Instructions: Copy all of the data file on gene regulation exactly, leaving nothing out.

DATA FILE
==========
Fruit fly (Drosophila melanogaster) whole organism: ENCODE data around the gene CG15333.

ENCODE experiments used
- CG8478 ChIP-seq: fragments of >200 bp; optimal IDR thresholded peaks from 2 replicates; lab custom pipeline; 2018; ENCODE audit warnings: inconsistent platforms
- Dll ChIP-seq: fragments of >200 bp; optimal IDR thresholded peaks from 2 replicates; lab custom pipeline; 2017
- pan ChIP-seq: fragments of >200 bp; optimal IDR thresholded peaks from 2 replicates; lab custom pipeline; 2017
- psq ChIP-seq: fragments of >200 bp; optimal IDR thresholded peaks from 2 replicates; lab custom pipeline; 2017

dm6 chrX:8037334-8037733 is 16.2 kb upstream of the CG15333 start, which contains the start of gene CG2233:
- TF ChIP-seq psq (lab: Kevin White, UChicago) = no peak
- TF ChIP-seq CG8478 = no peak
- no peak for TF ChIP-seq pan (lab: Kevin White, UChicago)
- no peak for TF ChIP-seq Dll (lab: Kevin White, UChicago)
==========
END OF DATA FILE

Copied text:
Fruit fly (Drosophila melanogaster) whole organism: ENCODE data around the gene CG15333.

ENCODE experiments used
- CG8478 ChIP-seq: fragments of >200 bp; optimal IDR thresholded peaks from 2 replicates; lab custom pipeline; 2018; ENCODE audit warnings: inconsistent platforms
- Dll ChIP-seq: fragments of >200 bp; optimal IDR thresholded peaks from 2 replicates; lab custom pipeline; 2017
- pan ChIP-seq: fragments of >200 bp; optimal IDR thresholded peaks from 2 replicates; lab custom pipeline; 2017
- psq ChIP-seq: fragments of >200 bp; optimal IDR thresholded peaks from 2 replicates; lab custom pipeline; 2017

dm6 chrX:8037334-8037733 is 16.2 kb upstream of the CG15333 start, which contains the start of gene CG2233:
- TF ChIP-seq psq (lab: Kevin White, UChicago) = no peak
- TF ChIP-seq CG8478 = no peak
- no peak for TF ChIP-seq pan (lab: Kevin White, UChicago)
- no peak for TF ChIP-seq Dll (lab: Kevin White, UChicago)